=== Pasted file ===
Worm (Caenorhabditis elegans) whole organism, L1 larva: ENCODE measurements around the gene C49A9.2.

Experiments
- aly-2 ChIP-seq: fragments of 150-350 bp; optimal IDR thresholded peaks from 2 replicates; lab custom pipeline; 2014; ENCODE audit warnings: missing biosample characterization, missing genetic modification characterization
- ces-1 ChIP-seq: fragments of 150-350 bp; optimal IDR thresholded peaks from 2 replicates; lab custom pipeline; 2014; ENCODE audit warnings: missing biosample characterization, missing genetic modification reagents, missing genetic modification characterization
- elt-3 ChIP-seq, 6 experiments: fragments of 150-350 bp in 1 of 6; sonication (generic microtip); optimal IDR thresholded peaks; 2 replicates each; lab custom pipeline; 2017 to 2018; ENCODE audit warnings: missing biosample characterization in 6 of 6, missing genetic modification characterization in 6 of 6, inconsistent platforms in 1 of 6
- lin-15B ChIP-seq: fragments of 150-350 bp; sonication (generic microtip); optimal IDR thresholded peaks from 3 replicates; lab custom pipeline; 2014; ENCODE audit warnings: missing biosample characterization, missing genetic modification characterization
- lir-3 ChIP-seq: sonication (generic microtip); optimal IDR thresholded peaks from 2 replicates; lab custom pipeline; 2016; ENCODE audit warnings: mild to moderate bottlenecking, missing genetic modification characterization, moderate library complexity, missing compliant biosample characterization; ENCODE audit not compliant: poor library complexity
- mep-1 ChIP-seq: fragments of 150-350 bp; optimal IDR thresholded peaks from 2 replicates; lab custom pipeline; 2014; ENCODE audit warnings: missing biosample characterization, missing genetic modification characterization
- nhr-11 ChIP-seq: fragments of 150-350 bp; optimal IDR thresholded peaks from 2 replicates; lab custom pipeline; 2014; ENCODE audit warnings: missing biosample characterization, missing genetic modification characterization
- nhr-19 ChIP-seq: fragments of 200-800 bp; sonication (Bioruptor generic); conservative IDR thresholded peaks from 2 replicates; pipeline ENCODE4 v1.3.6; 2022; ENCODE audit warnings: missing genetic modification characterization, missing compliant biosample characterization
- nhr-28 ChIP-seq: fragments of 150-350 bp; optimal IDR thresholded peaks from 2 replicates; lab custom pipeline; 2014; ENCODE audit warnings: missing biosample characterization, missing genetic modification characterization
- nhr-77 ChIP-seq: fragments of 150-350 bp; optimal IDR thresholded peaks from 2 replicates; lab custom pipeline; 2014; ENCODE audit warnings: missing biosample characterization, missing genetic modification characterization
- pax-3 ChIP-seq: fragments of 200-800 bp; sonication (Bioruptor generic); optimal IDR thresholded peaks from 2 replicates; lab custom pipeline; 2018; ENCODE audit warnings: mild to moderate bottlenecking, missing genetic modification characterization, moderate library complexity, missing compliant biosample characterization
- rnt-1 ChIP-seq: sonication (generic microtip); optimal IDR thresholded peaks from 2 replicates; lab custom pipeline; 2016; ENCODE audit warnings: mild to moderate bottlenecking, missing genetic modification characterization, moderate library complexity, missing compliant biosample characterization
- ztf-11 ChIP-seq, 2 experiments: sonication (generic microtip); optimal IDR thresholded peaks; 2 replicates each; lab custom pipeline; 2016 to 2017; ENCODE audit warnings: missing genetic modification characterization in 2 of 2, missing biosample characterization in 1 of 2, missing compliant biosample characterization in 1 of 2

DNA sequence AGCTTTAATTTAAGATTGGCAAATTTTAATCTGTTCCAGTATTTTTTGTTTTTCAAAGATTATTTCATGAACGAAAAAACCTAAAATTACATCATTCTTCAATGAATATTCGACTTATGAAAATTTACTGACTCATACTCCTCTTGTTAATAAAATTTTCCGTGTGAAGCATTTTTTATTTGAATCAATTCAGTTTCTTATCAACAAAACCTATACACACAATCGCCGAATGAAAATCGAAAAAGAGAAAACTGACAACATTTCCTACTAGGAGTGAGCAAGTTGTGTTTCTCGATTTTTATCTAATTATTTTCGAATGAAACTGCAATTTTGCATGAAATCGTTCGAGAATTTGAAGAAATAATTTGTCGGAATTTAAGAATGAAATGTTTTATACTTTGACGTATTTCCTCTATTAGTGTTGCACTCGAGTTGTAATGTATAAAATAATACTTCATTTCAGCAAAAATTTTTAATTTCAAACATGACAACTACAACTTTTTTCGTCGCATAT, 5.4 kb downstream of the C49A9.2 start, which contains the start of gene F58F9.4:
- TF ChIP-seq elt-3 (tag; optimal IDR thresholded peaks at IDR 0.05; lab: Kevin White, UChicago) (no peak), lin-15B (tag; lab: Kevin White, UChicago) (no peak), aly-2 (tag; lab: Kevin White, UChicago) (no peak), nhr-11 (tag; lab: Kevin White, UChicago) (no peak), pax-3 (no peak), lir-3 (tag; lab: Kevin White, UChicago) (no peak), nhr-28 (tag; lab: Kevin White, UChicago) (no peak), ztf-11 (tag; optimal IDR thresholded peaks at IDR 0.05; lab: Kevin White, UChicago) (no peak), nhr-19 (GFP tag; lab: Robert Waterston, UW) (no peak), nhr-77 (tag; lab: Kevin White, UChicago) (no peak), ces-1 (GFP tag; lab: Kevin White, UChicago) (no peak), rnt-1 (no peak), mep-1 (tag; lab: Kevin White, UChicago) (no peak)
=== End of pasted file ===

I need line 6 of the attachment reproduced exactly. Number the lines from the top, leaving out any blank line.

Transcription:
- lin-15B ChIP-seq: fragments of 150-350 bp; sonication (generic microtip); optimal IDR thresholded peaks from 3 replicates; lab custom pipeline; 2014; ENCODE audit warnings: missing biosample characterization, missing genetic modification characterization